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Re: two ideas...

From: <touch@ISI.EDU>
Date: Thu, 7 Dec 1995 18:34:02 -0800
Message-Id: <199512080234.AA04064@ash.isi.edu>
To: touch@ISI.EDU, mogul@pa.dec.com
Cc: www-talk@www0.cern.ch, www-speed@tipper.oit.unc.edu
> From mogul@pa.dec.com Thu Dec  7 17:43:17 1995

> Although the HTTP working group hasn't really addressed this yet,
> it presumably will happen fairly soon, so I think one can assume
> that HTTP 1.1 will have preemption whether or not it has prefetching.

How "optimized" this is depends on the transport protocol.

> 	cache hits are forwarded to the server presender
> 		so that the server presender can update 
> 		its speculation set
> 
> This won't be popular with the HTTP community, since it adds
> server load.  And it's not clear to me that the server's "speculation
> set" (predictive model) should be updated to reflect cache-hit
> behavior ... since (in our approach, at least) its purpose is
> to predict cache-miss behavior!

Predicting the next cache-miss is helped by feeding the cache-hit
behavior back to the source. Granted, this adds load. 

The idea is as follows:
	Client asks for the root page
	Server sends the root page
		Server presends the pages the root page points to
		Server presends their children, recursively,
		breadth-first, until getting feedback or running
		out of capacity
	Client HITS a root child in the cache
		Client sends the name of the child hit to the server
		Server deletes subtrees not based at that child,
		refocusing its "presending" set

The idea is based on the information-theoretic implications of
sending and receiving packets. Receiving a packet decreases the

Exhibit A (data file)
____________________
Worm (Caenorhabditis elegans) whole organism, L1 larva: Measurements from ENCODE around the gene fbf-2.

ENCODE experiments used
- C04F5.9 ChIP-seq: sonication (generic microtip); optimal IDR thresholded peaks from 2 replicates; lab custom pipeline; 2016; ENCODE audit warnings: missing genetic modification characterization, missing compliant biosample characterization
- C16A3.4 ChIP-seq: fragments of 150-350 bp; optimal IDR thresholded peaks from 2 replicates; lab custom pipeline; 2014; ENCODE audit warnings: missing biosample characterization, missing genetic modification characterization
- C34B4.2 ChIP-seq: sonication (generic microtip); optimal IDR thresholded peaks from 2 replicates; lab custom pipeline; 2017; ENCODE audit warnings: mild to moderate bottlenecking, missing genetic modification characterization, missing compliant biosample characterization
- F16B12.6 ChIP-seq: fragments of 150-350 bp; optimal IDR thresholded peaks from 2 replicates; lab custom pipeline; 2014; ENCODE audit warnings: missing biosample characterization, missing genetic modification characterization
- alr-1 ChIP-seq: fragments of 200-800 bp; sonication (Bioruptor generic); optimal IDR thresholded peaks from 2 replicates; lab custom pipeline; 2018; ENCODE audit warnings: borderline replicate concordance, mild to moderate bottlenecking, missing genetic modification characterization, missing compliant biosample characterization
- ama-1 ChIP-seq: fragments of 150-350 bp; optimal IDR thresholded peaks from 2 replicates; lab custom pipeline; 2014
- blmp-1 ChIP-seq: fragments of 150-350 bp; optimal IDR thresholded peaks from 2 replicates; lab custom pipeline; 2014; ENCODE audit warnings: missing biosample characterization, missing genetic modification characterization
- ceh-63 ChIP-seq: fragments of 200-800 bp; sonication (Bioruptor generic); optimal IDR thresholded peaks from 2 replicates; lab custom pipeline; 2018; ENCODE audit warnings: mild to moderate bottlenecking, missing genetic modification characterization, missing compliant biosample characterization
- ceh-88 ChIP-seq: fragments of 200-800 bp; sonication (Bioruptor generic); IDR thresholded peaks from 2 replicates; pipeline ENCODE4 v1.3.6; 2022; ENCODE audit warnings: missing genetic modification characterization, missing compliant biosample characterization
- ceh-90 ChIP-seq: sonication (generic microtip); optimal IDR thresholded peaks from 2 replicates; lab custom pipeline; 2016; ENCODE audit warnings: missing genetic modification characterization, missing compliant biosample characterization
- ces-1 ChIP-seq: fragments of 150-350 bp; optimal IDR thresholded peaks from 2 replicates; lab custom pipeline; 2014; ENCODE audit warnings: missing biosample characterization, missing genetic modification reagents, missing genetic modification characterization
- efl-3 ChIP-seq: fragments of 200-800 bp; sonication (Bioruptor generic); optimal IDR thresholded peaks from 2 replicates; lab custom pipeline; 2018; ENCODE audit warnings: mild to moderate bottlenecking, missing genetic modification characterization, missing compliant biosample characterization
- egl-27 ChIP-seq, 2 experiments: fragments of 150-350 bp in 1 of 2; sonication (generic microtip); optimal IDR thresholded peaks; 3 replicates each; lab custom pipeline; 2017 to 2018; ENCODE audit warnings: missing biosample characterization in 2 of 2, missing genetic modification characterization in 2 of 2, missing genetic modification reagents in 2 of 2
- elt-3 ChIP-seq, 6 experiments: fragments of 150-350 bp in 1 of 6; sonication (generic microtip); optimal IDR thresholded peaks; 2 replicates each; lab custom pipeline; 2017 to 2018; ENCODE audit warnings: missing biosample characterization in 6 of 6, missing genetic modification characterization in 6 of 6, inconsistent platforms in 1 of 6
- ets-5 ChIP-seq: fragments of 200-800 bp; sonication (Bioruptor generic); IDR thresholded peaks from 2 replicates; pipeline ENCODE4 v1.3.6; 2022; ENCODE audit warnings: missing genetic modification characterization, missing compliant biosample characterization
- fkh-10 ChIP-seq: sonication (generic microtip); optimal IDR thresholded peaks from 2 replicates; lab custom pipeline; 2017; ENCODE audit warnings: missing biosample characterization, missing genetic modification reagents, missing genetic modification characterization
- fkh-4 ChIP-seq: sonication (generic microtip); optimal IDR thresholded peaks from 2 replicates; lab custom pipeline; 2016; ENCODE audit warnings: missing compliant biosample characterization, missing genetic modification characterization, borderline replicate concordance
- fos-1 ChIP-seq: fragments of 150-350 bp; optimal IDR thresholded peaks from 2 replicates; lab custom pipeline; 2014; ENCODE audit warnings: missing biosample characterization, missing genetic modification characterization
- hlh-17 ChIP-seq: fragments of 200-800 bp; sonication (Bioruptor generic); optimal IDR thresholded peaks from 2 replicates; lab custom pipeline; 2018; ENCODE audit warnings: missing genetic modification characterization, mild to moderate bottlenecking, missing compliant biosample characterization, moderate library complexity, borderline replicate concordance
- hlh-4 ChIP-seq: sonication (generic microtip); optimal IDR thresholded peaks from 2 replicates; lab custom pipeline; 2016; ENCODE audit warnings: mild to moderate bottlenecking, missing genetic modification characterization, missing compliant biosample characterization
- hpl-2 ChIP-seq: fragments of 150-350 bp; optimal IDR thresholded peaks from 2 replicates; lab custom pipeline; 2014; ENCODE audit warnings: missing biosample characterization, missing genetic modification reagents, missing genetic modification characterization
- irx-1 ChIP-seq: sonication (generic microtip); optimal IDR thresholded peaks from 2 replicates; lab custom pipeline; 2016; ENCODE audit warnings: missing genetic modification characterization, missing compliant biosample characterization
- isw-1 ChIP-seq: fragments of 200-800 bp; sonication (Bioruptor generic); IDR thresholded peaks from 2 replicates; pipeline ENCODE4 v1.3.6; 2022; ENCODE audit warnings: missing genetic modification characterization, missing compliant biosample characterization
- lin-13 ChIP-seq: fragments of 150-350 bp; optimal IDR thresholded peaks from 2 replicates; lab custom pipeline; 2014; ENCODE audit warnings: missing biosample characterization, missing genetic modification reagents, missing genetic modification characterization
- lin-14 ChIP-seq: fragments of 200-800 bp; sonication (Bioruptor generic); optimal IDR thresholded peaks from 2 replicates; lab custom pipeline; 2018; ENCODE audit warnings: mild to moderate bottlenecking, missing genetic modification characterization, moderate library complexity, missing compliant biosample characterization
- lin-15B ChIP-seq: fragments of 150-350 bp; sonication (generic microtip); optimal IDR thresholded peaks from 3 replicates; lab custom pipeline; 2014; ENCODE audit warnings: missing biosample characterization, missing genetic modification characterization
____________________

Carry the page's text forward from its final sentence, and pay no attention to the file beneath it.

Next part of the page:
imprecision in the estimated state of the remote side. Sending a
packet (I have proposed) increases the imprecision in the estimated
state equivalently. The goal of presending is to create a
loosely-coupled feedback where the state imprecision is bounded.

(Aside - presending is a potentially EXPENSIVE techique that
is designed to get around *propagation* latency, primarily)

> 	
>     Note - the server rules imply that cache updates
>     arrive on a different IP port than direct requests,
>     and that the cache loads come on different IP ports
>     than direct responses.
>     
> This might be an optimization, but it's not necessary.  And if
> you don't insist on this optimization, the changes to HTTP are
> quite minimal (and hence easy to get into the standard).

I wasn't sure if it was required, but it sure makes backward
compatibility trivial. If you're not listening to the port, the
packets just get dropped. That way, I don't need it in the
"standard" - so long as I provide the client-side mux that 
aggregates the data, it'll work with existing clients.

Joe
Received on Thursday, 7 December 1995 21:37:08 GMT

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